Excerpt: Fuggerei of the Future is a public program developed by the architectural firm MVRDV that proposes building blocks that are climate responsive. In our current times of housing shortage, climate crisis, social inequality, and isolation, the sustainability-oriented and people-centred concept of the Fuggerei provides a global role model. It responds to the tremendous social and ecological questions of our time.
[Text as submitted by the architects] To celebrate the 500th anniversary of the world’s oldest social housing complex, the Fuggerei in Augsburg, MVRDV partnered with the Fugger Foundations to develop a manual for the creation of new Fuggerei around the world, allowing the concept to adapt to new contexts while ensuring that they adhere to the values and principles of the original. The manual also included three studies for new Fuggerei in specific locations: one in Lithuania, one in Sierra Leone, and a second in Augsburg, focusing on education.
The brainchild of merchant Jakob Fugger, since 1521, the Fuggerei has provided a place for people to live with dignity, charging a constant, unchanging rent of just one guilder a year – or 0.88 euros in modern currency. In our current times of housing shortage, climate crisis, social inequality, and isolation, the sustainability-oriented and people-centred concept of the Fuggerei provides a global role model. It responds to the tremendous social and ecological questions of our time.
The study identified seven distinct issues that Fuggerei is capable of addressing. A fuggerei should address a specific social need (broadly describing any location-specific social challenge, ranging from poverty to education to gender discrimination); it should provide a haven for the people it serves and be sustainable. It should encourage humanistic values (500 years ago, Catholicism defined the original Fuggerei, but today this can refer to any standard value system that residents share); should enable self-determination and dignity for residents; should be a social home (supporting community and a rewarding personal life); it should provide for residents’ spiritual needs. These central tenets are enshrined in the newly-written Fuggerei Code, along with additional details requiring only a “minimal spiritual monetary and spiritual consideration from residents” and the expectation for the Fuggerei to maintain its mission in perpetuity.
The study defines an abstract set of components that make a Fuggerei successful in achieving these goals. These eight simple “building blocks” provide a system for new Fuggerei that can be adapted to different contexts worldwide. First is the founder, or “stifter”, who defines the local need addressed by the Fuggerei. The houses should have doors to the street and include a private green space such as a garden, roof terrace, or balcony; streets should be car-free, human-scale, and climate-responsive.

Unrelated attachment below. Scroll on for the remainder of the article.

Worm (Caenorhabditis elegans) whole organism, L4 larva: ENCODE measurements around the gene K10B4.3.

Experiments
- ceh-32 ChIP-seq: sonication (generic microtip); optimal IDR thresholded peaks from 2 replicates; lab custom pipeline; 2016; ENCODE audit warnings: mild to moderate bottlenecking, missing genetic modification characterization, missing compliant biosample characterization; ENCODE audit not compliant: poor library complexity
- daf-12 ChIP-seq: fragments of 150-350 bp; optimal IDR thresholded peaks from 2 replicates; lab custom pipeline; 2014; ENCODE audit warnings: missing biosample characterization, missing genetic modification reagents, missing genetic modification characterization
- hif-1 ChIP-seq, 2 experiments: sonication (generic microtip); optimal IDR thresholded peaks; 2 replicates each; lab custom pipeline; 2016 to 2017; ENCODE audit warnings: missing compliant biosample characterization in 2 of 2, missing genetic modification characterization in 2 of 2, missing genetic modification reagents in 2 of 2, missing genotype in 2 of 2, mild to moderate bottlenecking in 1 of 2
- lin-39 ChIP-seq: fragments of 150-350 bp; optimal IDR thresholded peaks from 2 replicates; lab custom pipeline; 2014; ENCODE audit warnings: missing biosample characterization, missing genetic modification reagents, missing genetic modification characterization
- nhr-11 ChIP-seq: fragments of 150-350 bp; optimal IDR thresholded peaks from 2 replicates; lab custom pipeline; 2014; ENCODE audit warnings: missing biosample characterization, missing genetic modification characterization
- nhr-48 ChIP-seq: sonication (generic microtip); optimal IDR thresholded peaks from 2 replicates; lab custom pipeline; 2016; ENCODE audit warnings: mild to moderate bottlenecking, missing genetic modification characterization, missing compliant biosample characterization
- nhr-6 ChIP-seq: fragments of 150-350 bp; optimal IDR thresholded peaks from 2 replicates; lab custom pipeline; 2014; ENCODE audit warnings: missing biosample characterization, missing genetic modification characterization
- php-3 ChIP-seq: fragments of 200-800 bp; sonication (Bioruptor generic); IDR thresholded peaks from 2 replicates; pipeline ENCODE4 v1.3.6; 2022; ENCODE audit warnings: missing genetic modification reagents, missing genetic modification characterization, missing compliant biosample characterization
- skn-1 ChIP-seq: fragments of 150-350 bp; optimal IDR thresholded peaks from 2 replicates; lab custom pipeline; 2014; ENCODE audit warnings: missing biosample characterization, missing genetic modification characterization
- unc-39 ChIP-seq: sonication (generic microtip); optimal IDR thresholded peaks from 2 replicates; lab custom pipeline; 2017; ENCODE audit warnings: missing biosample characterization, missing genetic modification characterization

There should always be a natural space providing the opportunity for social gatherings; there should be a meeting point that forms the heart of the community. “Fuggerei elements”, such as contemplative spaces or repair workshops, provide permanent community functions based on the Fuggerei’s central need. “Special elements” provide more flexible spaces that can adapt to needs that change over time; finally, the gateway defines the Fuggerei’s relationship to its surroundings – simultaneously inviting people inside yet providing a sense of security for residents.
The study for Sierra Leone focuses on Rothumba, a remote fishing village. Identifying multiple needs that a Fuggerei could address, including healthcare and hygiene issues, the threat of rising sea levels, and the wellbeing of women and children, the founder’s goal is for community-driven, bottom-up development. The proposal improves the village’s existing housing and provides a safe house for women and children and spaces that provide education to end practices such as female genital mutilation. The proposal also includes guest houses and improvements to the village’s accessibility by road and boat to make better connections with the outside world.
In the study for a community in rural Lithuania, this system resulted in a plan for a Fuggerei focussed on elderly poverty and a crisis in social care due to an ageing population. Set in a forest that provides the necessary natural spaces, the plan includes a care facility with 40 rooms, facilities for education in social care for the community’s younger residents, and “special elements” that provide physical therapy spaces and community activity spaces.
Finally, in Augsburg, the study’s formula manifests as a more dense urban development. The proposal distinguishes itself from the original Augsburg Fuggerei by focusing on a different need: education and the city’s potential to capitalise on the knowledge economy. The proposal is envisioned as a younger community on average, with shorter tenancy periods than in the other studies. Using modular construction techniques, this Fuggerei would adapt an existing building, and the Fuggerei’s “streets” are interpreted as a stackable elements, with entries on multiple levels.